As more and more people shop for diamond wedding rings and diamond engagement rings online, the Four Cs are becoming more and more important. They provide a kind of summary of what to expect from any particular stone, before your ever set eyes on it. If you simply can’t get to a jewelry store, you can use the Four Cs to guide your online purchase, and even if you do plan on going to the store, you can browse their online selection and let them know in advance the particular stones you want to see, which can be an immense time saver. But first, you have to know what the Four Cs actually mean.
- Carat. This is simply the weight of the diamond (one carat equals 200 milligrams). Many people equate carats with the apparent size of a diamond, and while that is true to a certain extent, the cut of a stone can have a significant impact on its weight. Shallowly cut diamonds will weigh less than a deeper cut with the same diameter. Similarly, a round cut will weigh more than a princess cut with the same diagonal measurement.
- Cut. Diamonds can be cut into a wide variety of shapes, but only a few of those shapes stand the test of time when it comes to ideal reflection and sparkle. The round cut is the most popular, with very specific ratios governing the ideal depths, angles, and diameter. Next is the princess cut, or square cut, which provides a distinct visual difference in the internal reflection of the stone, just as the other cuts — emerald, cushion, baguette, marquis, et al — provide their own unique pattern of light and sparkle for engagement and wedding rings.
- Color. This is a rating (on a scale from D down to Z) that describes how “white” a particular diamond is. Diamonds graded D-H are very nearly colorless, while diamond further down the scale will show a slightly straw-colored tinge. The color of a diamond can impact the kind of metal you choose for your wedding ring or engagement ring setting — a “whiter” diamond will be better suited to a platinum or white gold setting, while “yellower” diamonds will coordinate better with rose gold or yellow gold.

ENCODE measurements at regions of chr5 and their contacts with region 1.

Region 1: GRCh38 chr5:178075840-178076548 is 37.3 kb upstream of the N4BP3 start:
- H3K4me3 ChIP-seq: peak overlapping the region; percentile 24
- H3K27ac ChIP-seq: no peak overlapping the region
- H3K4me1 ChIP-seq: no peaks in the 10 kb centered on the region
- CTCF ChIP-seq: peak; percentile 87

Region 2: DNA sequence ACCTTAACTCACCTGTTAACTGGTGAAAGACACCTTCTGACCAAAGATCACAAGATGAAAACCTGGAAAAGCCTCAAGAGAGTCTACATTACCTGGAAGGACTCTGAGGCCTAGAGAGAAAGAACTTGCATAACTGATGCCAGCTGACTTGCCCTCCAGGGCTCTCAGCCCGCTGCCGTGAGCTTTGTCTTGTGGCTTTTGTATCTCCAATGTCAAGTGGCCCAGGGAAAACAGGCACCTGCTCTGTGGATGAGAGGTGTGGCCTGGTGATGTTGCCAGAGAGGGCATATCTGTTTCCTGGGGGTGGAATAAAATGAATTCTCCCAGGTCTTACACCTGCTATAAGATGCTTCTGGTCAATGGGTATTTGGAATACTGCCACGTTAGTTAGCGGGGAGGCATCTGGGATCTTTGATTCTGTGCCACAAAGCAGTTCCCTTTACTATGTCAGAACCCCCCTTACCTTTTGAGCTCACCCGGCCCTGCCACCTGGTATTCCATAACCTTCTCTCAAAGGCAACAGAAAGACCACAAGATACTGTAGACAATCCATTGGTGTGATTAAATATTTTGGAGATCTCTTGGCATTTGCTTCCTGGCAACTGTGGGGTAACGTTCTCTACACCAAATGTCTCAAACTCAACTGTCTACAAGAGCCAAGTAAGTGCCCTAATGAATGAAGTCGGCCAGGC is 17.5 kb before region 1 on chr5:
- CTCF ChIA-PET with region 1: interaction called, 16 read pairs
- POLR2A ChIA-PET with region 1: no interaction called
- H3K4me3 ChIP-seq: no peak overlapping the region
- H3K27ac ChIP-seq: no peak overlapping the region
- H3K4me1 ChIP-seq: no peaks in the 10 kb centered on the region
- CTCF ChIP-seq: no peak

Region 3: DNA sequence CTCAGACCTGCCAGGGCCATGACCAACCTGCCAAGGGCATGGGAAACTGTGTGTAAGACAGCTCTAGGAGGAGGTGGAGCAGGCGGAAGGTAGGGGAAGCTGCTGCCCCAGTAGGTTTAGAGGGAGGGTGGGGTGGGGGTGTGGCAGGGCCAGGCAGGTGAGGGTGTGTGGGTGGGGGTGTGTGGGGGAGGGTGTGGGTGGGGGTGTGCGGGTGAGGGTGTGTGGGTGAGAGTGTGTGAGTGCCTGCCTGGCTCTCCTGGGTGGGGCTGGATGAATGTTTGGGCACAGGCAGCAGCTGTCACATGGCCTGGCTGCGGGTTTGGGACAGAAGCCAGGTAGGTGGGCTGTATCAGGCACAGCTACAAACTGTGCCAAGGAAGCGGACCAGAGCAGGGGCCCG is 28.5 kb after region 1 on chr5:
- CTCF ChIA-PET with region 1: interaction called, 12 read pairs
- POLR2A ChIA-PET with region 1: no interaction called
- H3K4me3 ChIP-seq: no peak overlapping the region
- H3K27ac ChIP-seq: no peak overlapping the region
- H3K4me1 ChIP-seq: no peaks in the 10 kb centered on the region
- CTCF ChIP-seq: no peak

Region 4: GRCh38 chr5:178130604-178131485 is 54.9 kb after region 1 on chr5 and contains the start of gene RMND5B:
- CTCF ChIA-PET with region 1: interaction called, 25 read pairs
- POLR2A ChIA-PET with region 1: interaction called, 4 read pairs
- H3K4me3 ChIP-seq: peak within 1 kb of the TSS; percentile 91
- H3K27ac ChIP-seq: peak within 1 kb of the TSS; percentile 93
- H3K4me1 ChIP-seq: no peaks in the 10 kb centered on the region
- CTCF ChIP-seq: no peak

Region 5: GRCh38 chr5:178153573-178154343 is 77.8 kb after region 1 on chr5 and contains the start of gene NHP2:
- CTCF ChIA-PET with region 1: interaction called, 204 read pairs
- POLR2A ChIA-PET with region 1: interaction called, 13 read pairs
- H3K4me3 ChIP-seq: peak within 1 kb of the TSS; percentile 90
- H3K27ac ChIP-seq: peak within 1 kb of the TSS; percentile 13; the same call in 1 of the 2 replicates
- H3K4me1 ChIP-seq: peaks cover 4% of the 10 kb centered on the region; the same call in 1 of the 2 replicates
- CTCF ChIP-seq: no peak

- Clarity. No diamond is absolutely flawless, but in some cases, the flaws are not noticeable even under a microscope. Clarity refers to the presence of blemishes or inclusions (outside or inside the stone, respectively), and how visible they are under 10x magnification. Ratings go from “F” (flawless) all the way down to “I” (included). Inclusions can also affect the strength of a diamond, if they occur at points within the crystal structure that could result in fractures.
These characteristics can help you narrow down your search for the right stone for your engagement or wedding ring, but seeing is always believing. If at all possible, look at and hold the stones before you purchase them. A supposedly “better quality” stone, by the ratings, may not capture your interest as much as a “lower quality” stone, for aesthetic reasons that simply can’t be quantified and categorized. More research here.